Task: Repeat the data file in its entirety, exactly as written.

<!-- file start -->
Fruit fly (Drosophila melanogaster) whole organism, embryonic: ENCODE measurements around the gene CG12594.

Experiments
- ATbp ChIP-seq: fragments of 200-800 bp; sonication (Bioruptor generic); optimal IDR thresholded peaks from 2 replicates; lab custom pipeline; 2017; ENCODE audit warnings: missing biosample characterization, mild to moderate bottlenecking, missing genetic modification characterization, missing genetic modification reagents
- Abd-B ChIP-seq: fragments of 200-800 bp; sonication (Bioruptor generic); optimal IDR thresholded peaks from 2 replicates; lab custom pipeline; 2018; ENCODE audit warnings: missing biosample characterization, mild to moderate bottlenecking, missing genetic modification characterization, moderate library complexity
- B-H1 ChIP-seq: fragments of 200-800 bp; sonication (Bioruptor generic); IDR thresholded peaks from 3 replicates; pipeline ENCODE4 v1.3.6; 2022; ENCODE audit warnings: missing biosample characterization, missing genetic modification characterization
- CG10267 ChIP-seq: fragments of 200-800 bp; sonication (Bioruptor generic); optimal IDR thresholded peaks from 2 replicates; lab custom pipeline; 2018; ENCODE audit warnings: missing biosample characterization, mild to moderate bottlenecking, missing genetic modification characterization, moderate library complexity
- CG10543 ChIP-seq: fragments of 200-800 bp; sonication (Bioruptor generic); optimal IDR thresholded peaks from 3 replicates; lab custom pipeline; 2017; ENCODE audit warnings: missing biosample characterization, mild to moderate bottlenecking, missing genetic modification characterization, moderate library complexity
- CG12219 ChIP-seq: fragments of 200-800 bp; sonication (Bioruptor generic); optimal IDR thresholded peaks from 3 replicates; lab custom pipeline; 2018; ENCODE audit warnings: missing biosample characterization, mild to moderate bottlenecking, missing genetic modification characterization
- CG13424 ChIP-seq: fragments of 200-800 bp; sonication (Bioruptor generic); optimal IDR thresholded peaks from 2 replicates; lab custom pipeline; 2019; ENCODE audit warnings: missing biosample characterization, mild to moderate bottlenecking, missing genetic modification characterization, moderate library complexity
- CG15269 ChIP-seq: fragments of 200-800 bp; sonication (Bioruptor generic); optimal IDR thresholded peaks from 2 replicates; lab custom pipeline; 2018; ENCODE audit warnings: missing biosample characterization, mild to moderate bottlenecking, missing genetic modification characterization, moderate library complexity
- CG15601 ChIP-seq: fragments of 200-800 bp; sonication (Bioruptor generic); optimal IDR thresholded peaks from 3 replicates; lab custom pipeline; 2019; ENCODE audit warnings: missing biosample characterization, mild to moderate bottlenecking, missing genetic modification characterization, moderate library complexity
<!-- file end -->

Fruit fly (Drosophila melanogaster) whole organism, embryonic: ENCODE measurements around the gene CG12594.

Experiments
- ATbp ChIP-seq: fragments of 200-800 bp; sonication (Bioruptor generic); optimal IDR thresholded peaks from 2 replicates; lab custom pipeline; 2017; ENCODE audit warnings: missing biosample characterization, mild to moderate bottlenecking, missing genetic modification characterization, missing genetic modification reagents
- Abd-B ChIP-seq: fragments of 200-800 bp; sonication (Bioruptor generic); optimal IDR thresholded peaks from 2 replicates; lab custom pipeline; 2018; ENCODE audit warnings: missing biosample characterization, mild to moderate bottlenecking, missing genetic modification characterization, moderate library complexity
- B-H1 ChIP-seq: fragments of 200-800 bp; sonication (Bioruptor generic); IDR thresholded peaks from 3 replicates; pipeline ENCODE4 v1.3.6; 2022; ENCODE audit warnings: missing biosample characterization, missing genetic modification characterization
- CG10267 ChIP-seq: fragments of 200-800 bp; sonication (Bioruptor generic); optimal IDR thresholded peaks from 2 replicates; lab custom pipeline; 2018; ENCODE audit warnings: missing biosample characterization, mild to moderate bottlenecking, missing genetic modification characterization, moderate library complexity
- CG10543 ChIP-seq: fragments of 200-800 bp; sonication (Bioruptor generic); optimal IDR thresholded peaks from 3 replicates; lab custom pipeline; 2017; ENCODE audit warnings: missing biosample characterization, mild to moderate bottlenecking, missing genetic modification characterization, moderate library complexity
- CG12219 ChIP-seq: fragments of 200-800 bp; sonication (Bioruptor generic); optimal IDR thresholded peaks from 3 replicates; lab custom pipeline; 2018; ENCODE audit warnings: missing biosample characterization, mild to moderate bottlenecking, missing genetic modification characterization
- CG13424 ChIP-seq: fragments of 200-800 bp; sonication (Bioruptor generic); optimal IDR thresholded peaks from 2 replicates; lab custom pipeline; 2019; ENCODE audit warnings: missing biosample characterization, mild to moderate bottlenecking, missing genetic modification characterization, moderate library complexity
- CG15269 ChIP-seq: fragments of 200-800 bp; sonication (Bioruptor generic); optimal IDR thresholded peaks from 2 replicates; lab custom pipeline; 2018; ENCODE audit warnings: missing biosample characterization, mild to moderate bottlenecking, missing genetic modification characterization, moderate library complexity
- CG15601 ChIP-seq: fragments of 200-800 bp; sonication (Bioruptor generic); optimal IDR thresholded peaks from 3 replicates; lab custom pipeline; 2019; ENCODE audit warnings: missing biosample characterization, mild to moderate bottlenecking, missing genetic modification characterization, moderate library complexity